Wednesday, March 26, 2014

One year

One year ago I was just waking up in my hospital room at Rigshospitalet in Denmark and getting ready to meet my monoamniotic/monochorionic twins. I was nervous about the c-section and about the babies' health. And I was so excited. When you are going through such a high risk pregnancy, it is common not to allow yourself to visualize the little people you might be creating. I thought about my girls and wanted desperately for them to be ok and to turn out healthy, but I didn't really imagine them. I didn't think much about what having two babies would be like, or how it would be for Riley to have two sisters. I didn't read books about parenting twins - I was too superstitious to do something like that. We chose names, we saw the babies on the ultrasounds (approximately 32 of them) and we prayed. People all over the world prayed with us. We had so much love and support from our friends and family and from people tangentially connected to us who just heard about our story and connected to us somehow. I like to think that Aviva and Violet received prayers in nearly every religion and good thoughts from so many spiritualities. On the morning of March 26, 2013, all those prayers and good wishes paid off when our babies were born.

Now one year later I am the lucky mom of three amazing kids. A proud big brother who is nearly 4 and two sweet, happy, funny little girls who make each day joyful. All the worry of the pregnancy and the NICU has slowly melted away and left in its wake waves of gratitude that could fill an ocean. I think often of the amazing midwives and doctors I met at the hospital and of the pediatric nurses who visited our home and of the friends who visited me at the hospital, or sent care packages or took countdown photos and I say silent thank yous -the kind a mom of infant twins and a 3.5 year old boy has time to say. To all of you, I remain so grateful.

Having twins is tough. Mixing twins with a toddler and then moving countries is insanely tough. But each and every day I get to care for those girls, I know what it truly means to be lucky. I am so blessed to have my little family of five.

Happy birthday Violet and Aviva. Thank you for making it so much fun to be your mommy. 

Saturday, November 23, 2013

A Little Bit Danish

When I was 8 or 9 years old I went to summer camp for the first time. I spent a week in a tree house at the Santa Fe Tree House Camp. It was a remarkable week for many reasons including my newfound independence, my love of nature, the beginning of my love of summer camp, etc. But what I remember most about that week is that I forgot what I looked like. Completely forgot. And at that point where I could no longer remember what I looked like I created a face in my imagination. I suppose this dreamed up image of myself was an accurate reflection of how I thought of myself. The little girl I imagined had my curly frizzy hair and someone else's light brown skin. I remember being shocked when I finally looked in one of the little camp mirrors (apparently my hygiene suffered when away from my parents for the first time) and saw that my skin was creamy white.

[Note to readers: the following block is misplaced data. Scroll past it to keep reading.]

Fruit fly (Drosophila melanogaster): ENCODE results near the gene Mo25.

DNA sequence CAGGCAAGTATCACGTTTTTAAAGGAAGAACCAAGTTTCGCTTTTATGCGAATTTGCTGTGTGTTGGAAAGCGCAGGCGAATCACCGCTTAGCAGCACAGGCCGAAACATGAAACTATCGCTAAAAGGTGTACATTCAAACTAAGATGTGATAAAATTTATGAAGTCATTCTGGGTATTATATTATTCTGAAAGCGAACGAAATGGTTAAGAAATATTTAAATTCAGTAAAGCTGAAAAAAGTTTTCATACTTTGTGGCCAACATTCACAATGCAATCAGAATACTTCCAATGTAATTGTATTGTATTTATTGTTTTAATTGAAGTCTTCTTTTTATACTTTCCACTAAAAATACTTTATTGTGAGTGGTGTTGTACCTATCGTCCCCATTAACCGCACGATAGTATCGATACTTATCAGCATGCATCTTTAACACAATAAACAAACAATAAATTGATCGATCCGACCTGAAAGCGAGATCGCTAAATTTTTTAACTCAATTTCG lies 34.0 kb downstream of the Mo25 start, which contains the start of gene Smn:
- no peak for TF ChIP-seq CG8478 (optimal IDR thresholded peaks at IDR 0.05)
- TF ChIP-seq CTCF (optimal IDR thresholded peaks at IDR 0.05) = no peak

This incident stayed with me and I often think of it as a way to describe how I internalized the culture of Northern New Mexico and the Hispanic people who have lived there for hundreds of years. In college I met a friend who had a Hispanic father and a Jewish mother. We had some interesting conversations about identifying with two cultures. I remember thinking that my new friend was a more understandable embodiment of the cultural identity that I adopted as a child in New Mexico. I am ethnically a Jew with family from Russia and Germany, but I internalized the culture of Northern New Mexico and have carried it with me. 

In this same way, I feel that I became a little bit Danish during our 2.5 years in Denmark. No, I did not learn to fluently speak the language and I am not descended for Vikings, but I am longing for the hygge of this time of year. I miss the red hearts and white lights that go up all over Copenhagen to symbolize Christmas. I miss the dark seed-filled rugbrod. I miss biking and walking everywhere and I better understand the Danes' socialized medical system than I do our confusing healthcare. In short, I feel uncomfortable in my own country. The reverse culture shock is worse than the culture shock was. Perhaps I didn't completely fit in in Copenhagen. There I was so clearly An American. But here, I don't feel American enough. 

If it has been hard for me to adjust, it has been even more difficult for my 3.5 year old son to adjust in many ways. He has easily fit into school and loves it, but he still hums the theme song from Rasmus Klump and sleeps with a photo of himself and his daddy standing at the top of the Round Tower to remind himself of Denmark.